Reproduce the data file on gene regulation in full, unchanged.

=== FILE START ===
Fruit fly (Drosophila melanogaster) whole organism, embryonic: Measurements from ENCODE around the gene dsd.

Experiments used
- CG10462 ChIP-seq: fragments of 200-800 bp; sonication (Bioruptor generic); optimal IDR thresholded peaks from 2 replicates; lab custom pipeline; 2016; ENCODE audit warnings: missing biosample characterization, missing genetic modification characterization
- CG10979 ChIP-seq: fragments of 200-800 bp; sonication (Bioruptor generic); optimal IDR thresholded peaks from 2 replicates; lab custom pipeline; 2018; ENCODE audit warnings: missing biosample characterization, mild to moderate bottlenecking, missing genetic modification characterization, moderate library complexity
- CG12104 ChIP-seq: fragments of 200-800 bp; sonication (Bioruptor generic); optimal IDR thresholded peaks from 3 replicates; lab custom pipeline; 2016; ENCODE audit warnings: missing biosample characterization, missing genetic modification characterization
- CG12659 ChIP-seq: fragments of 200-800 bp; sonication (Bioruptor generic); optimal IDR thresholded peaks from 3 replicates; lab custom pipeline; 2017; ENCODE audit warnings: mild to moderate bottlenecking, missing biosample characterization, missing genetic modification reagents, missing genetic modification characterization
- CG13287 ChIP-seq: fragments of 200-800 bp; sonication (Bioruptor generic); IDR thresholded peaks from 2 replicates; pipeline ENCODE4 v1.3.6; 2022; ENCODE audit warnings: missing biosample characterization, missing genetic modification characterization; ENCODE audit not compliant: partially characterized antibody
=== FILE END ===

Fruit fly (Drosophila melanogaster) whole organism, embryonic: Measurements from ENCODE around the gene dsd.

Experiments used
- CG10462 ChIP-seq: fragments of 200-800 bp; sonication (Bioruptor generic); optimal IDR thresholded peaks from 2 replicates; lab custom pipeline; 2016; ENCODE audit warnings: missing biosample characterization, missing genetic modification characterization
- CG10979 ChIP-seq: fragments of 200-800 bp; sonication (Bioruptor generic); optimal IDR thresholded peaks from 2 replicates; lab custom pipeline; 2018; ENCODE audit warnings: missing biosample characterization, mild to moderate bottlenecking, missing genetic modification characterization, moderate library complexity
- CG12104 ChIP-seq: fragments of 200-800 bp; sonication (Bioruptor generic); optimal IDR thresholded peaks from 3 replicates; lab custom pipeline; 2016; ENCODE audit warnings: missing biosample characterization, missing genetic modification characterization
- CG12659 ChIP-seq: fragments of 200-800 bp; sonication (Bioruptor generic); optimal IDR thresholded peaks from 3 replicates; lab custom pipeline; 2017; ENCODE audit warnings: mild to moderate bottlenecking, missing biosample characterization, missing genetic modification reagents, missing genetic modification characterization
- CG13287 ChIP-seq: fragments of 200-800 bp; sonication (Bioruptor generic); IDR thresholded peaks from 2 replicates; pipeline ENCODE4 v1.3.6; 2022; ENCODE audit warnings: missing biosample characterization, missing genetic modification characterization; ENCODE audit not compliant: partially characterized antibody